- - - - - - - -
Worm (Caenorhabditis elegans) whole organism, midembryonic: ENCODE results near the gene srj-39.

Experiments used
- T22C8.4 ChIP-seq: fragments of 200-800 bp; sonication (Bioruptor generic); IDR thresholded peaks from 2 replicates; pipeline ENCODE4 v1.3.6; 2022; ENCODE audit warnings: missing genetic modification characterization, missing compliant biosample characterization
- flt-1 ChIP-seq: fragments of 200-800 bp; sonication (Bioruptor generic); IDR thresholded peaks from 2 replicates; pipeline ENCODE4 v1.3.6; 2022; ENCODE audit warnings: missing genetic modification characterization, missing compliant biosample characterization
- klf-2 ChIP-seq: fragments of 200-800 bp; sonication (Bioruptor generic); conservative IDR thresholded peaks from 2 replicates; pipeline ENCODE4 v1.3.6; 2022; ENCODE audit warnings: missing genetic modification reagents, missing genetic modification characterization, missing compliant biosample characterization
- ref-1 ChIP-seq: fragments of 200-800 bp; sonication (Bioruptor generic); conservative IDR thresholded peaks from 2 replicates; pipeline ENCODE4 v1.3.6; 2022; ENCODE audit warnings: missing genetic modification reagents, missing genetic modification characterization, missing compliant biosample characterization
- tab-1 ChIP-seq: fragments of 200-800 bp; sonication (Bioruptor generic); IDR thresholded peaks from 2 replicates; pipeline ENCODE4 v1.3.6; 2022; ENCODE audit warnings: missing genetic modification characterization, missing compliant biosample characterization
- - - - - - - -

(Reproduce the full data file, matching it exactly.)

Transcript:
Worm (Caenorhabditis elegans) whole organism, midembryonic: ENCODE results near the gene srj-39.

Experiments used
- T22C8.4 ChIP-seq: fragments of 200-800 bp; sonication (Bioruptor generic); IDR thresholded peaks from 2 replicates; pipeline ENCODE4 v1.3.6; 2022; ENCODE audit warnings: missing genetic modification characterization, missing compliant biosample characterization
- flt-1 ChIP-seq: fragments of 200-800 bp; sonication (Bioruptor generic); IDR thresholded peaks from 2 replicates; pipeline ENCODE4 v1.3.6; 2022; ENCODE audit warnings: missing genetic modification characterization, missing compliant biosample characterization
- klf-2 ChIP-seq: fragments of 200-800 bp; sonication (Bioruptor generic); conservative IDR thresholded peaks from 2 replicates; pipeline ENCODE4 v1.3.6; 2022; ENCODE audit warnings: missing genetic modification reagents, missing genetic modification characterization, missing compliant biosample characterization
- ref-1 ChIP-seq: fragments of 200-800 bp; sonication (Bioruptor generic); conservative IDR thresholded peaks from 2 replicates; pipeline ENCODE4 v1.3.6; 2022; ENCODE audit warnings: missing genetic modification reagents, missing genetic modification characterization, missing compliant biosample characterization
- tab-1 ChIP-seq: fragments of 200-800 bp; sonication (Bioruptor generic); IDR thresholded peaks from 2 replicates; pipeline ENCODE4 v1.3.6; 2022; ENCODE audit warnings: missing genetic modification characterization, missing compliant biosample characterization